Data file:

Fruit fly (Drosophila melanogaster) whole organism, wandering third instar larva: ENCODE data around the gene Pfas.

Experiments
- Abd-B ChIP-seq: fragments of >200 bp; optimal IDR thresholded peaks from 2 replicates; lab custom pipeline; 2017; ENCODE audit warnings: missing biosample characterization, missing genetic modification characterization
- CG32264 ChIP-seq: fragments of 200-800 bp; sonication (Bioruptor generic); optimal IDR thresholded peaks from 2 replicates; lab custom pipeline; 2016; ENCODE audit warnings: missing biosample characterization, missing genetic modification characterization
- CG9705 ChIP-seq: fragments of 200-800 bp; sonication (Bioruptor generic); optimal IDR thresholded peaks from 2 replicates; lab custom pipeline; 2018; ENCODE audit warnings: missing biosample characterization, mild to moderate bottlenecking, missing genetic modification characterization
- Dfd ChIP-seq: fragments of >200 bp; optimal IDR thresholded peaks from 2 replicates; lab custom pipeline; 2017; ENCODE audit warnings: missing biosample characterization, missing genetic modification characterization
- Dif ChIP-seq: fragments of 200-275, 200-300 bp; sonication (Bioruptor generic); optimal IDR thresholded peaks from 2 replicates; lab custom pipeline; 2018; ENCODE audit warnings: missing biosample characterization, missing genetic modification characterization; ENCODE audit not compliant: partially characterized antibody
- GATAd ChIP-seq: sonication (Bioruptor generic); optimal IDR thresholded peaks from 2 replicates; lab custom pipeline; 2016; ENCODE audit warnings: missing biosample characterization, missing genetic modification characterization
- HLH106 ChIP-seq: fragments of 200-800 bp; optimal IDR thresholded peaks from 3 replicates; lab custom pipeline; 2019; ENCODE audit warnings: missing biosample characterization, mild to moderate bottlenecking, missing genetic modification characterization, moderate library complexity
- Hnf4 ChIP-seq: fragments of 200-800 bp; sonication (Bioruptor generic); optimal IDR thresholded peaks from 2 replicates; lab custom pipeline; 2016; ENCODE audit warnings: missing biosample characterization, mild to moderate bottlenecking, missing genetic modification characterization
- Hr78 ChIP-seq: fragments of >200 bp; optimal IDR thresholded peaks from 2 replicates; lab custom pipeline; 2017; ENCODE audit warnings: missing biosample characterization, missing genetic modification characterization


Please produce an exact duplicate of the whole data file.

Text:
Fruit fly (Drosophila melanogaster) whole organism, wandering third instar larva: ENCODE data around the gene Pfas.

Experiments
- Abd-B ChIP-seq: fragments of >200 bp; optimal IDR thresholded peaks from 2 replicates; lab custom pipeline; 2017; ENCODE audit warnings: missing biosample characterization, missing genetic modification characterization
- CG32264 ChIP-seq: fragments of 200-800 bp; sonication (Bioruptor generic); optimal IDR thresholded peaks from 2 replicates; lab custom pipeline; 2016; ENCODE audit warnings: missing biosample characterization, missing genetic modification characterization
- CG9705 ChIP-seq: fragments of 200-800 bp; sonication (Bioruptor generic); optimal IDR thresholded peaks from 2 replicates; lab custom pipeline; 2018; ENCODE audit warnings: missing biosample characterization, mild to moderate bottlenecking, missing genetic modification characterization
- Dfd ChIP-seq: fragments of >200 bp; optimal IDR thresholded peaks from 2 replicates; lab custom pipeline; 2017; ENCODE audit warnings: missing biosample characterization, missing genetic modification characterization
- Dif ChIP-seq: fragments of 200-275, 200-300 bp; sonication (Bioruptor generic); optimal IDR thresholded peaks from 2 replicates; lab custom pipeline; 2018; ENCODE audit warnings: missing biosample characterization, missing genetic modification characterization; ENCODE audit not compliant: partially characterized antibody
- GATAd ChIP-seq: sonication (Bioruptor generic); optimal IDR thresholded peaks from 2 replicates; lab custom pipeline; 2016; ENCODE audit warnings: missing biosample characterization, missing genetic modification characterization
- HLH106 ChIP-seq: fragments of 200-800 bp; optimal IDR thresholded peaks from 3 replicates; lab custom pipeline; 2019; ENCODE audit warnings: missing biosample characterization, mild to moderate bottlenecking, missing genetic modification characterization, moderate library complexity
- Hnf4 ChIP-seq: fragments of 200-800 bp; sonication (Bioruptor generic); optimal IDR thresholded peaks from 2 replicates; lab custom pipeline; 2016; ENCODE audit warnings: missing biosample characterization, mild to moderate bottlenecking, missing genetic modification characterization
- Hr78 ChIP-seq: fragments of >200 bp; optimal IDR thresholded peaks from 2 replicates; lab custom pipeline; 2017; ENCODE audit warnings: missing biosample characterization, missing genetic modification characterization